Significance of Wroxeter Roman City
The primary significance of Wroxeter is that it is one of the best preserved examples of a Roman town in Britain.
Much of the site of the Roman town has been under the curation of English Heritage since the mid 1970s and for this reason has been preserved from deep ploughing, further enhancing the archaeological significance of the site. This practice has been extended to the National Trust land in the northern part of the former town.
Its preservation under the care of the state means that it has excellent protection from the threats which endanger other sites, such as development pressures or agricultural practice.
The site also has significance through its lack of surrounding development: Wroxeter’s location in its landscape appears largely unaffected by the modern world and is thus able to offer understanding of how Roman towns related to their landscapes in a way that is not possible for most Roman towns in Britain.
The site gains further significance from its extensive, well-stratified group of artefacts which offer a rich potential for our understanding of how Romano-British culture developed over time, especially the latter period of the site’s existence in the immediate post-Roman period.
Finally, Wroxeter has significance as a site that has been able to offer significant training opportunities for archaeologists and for the public alike, a situation that ideally should continue into the future.
A First-Rank Roman Town in Britain
Wroxeter was the fourth largest Roman town in Britain by area. It developed in a part of Britain that had not seen any prior urban development and took place within a community who demonstrated little sign of engagement with material culture before the Romans arrived in the region.
Our study of this site thus offers strong leads for examining the important questions of why towns are founded, how they succeed and why they die away. This study is made easier by the fact that Wroxeter’s archaeology is accessible and the links with its landscape are still clearly delineated.
Where excavation has occurred, the results have shown excellent preservation of archaeological levels and of the material culture associated with those levels. This enables us to generalise from the results found in Wroxeter for other less well-preserved towns and permits study of important issues such as trade mechanisms and the broader workings of the Roman economy.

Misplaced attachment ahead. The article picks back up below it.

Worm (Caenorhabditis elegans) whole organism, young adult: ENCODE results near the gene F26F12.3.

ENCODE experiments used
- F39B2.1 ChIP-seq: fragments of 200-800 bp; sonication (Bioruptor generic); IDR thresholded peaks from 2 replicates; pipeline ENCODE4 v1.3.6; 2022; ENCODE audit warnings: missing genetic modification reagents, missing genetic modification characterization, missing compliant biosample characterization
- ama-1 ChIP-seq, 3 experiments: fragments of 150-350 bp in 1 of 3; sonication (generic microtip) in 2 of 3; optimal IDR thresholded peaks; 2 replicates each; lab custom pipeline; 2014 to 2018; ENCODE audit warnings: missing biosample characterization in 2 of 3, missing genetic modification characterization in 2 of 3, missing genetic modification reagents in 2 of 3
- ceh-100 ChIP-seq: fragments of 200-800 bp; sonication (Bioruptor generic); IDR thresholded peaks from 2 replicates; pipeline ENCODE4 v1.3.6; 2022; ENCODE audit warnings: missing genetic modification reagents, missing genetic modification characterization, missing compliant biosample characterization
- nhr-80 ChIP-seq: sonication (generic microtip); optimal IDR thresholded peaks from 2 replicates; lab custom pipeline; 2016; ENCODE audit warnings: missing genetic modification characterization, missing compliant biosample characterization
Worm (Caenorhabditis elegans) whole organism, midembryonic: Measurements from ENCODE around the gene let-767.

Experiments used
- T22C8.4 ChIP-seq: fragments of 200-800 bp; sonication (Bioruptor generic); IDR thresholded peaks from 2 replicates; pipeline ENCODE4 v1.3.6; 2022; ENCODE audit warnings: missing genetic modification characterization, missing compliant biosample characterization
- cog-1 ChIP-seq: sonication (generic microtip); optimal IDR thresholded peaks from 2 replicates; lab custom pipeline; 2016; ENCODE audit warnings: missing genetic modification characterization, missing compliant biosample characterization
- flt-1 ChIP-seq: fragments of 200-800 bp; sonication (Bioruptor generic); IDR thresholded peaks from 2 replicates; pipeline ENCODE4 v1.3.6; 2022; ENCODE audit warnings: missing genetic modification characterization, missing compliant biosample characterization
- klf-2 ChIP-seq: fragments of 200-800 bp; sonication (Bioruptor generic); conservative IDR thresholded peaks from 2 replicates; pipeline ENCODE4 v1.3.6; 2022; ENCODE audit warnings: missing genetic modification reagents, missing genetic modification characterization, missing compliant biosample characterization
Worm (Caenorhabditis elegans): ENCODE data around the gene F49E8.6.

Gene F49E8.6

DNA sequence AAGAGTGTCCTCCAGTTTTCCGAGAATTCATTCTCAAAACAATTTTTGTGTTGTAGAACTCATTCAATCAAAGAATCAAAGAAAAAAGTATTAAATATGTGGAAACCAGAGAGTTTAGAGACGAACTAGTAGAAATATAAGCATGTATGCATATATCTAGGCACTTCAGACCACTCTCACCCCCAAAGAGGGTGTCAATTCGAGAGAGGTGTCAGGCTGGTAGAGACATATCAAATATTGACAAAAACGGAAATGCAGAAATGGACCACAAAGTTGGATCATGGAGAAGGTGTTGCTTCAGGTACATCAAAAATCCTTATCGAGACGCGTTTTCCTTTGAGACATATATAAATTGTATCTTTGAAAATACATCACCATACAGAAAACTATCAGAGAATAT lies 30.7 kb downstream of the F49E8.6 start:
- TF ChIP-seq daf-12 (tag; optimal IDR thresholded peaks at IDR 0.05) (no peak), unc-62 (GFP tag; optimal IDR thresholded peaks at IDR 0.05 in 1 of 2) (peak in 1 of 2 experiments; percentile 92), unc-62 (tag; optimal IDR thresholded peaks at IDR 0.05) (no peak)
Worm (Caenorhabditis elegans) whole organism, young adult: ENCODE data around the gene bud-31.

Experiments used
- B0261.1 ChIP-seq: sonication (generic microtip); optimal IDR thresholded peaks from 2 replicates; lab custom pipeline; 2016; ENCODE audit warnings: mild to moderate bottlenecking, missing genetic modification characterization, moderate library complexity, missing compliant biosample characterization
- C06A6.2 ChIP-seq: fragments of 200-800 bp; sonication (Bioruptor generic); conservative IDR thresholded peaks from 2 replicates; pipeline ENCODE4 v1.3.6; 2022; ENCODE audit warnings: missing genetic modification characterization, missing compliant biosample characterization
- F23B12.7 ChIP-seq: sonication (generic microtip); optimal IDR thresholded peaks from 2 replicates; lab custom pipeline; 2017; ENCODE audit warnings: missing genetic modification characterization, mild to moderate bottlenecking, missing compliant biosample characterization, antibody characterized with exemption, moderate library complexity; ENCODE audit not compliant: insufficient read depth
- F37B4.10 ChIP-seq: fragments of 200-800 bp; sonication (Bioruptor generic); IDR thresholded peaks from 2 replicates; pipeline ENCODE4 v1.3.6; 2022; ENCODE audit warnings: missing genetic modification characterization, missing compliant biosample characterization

Similarly, the Wroxeter Hinterland Project has demonstrated the potential for researching the relationship between town and country in the Roman period.
One of the problems of studying Roman towns in Britain is that most are built over or have been extensively damaged through excavation. Wroxeter is an exception to this rule and broad-based study of its overall spatial patterning should enable a more nuanced understanding of how Roman towns functioned than is generally possible.
The good time-depth to the site also enables us to see longer-term trends emerging in Romano-British society, although it has to be remembered that detailed understanding of how the town developed is weak through lack of detailed modern excavation outside the civic core.
Roman and British
Wroxeter’s fortress and the extensive associated remains of military activity in the Wroxeter region offer good possibilities for examining the engagement between soldier and native in this region. The lack of prior contact between these two groups also means that the evidence for this contact is sharply delineated.
Wroxeter offers a powerful locale to explore the historical and cultural identities of the British. Similarly, its early history is associated with two classical figures who epitomise Rome’s early relationship with Britain: Agricola and Hadrian. These elements in combination tell a powerful story of Roman and British relationships, and how the identities familiar to us for 1600 years first came about.
The last phase of Wroxeter’s existence has generated the greatest scholarly interest and debate. Academic opinion is divided as to what the evidence means, but none would deny that study of this period at Wroxeter has the potential to revolutionise our understanding of how Roman Britain collapsed, not least through charting the economic and social transformations wrought in the 4th, 5th and 6th centuries. This phase is the most difficult to detect through remote sensing so excavation offers the best way forward for understanding the extent and nature of settlement in this phase.
Depth of Landscape History
It would be easy to focus on Wroxeter’s Roman past to the exclusion of all other periods but Wroxeter’s lack of development also applies to the periods after the Romans left Britain. The purchase of the site in the mid-1970s has meant the fossilisation of a landscape that is essentially mid-18th century in character and in which earlier landscape elements can be traced.
The full history of Wroxeter’s post-Roman landscape has yet to be explored but the key elements of the evidence, such as the village and its archaeology (including the church), early maps and medieval records, survive to be exploited.
Similarly, the high Victorian period is well represented on the site in the form of the model farm and its associated dwellings at a range of social scales. The preservation of such evidence is becoming increasingly rare in our landscape and will become more important over time.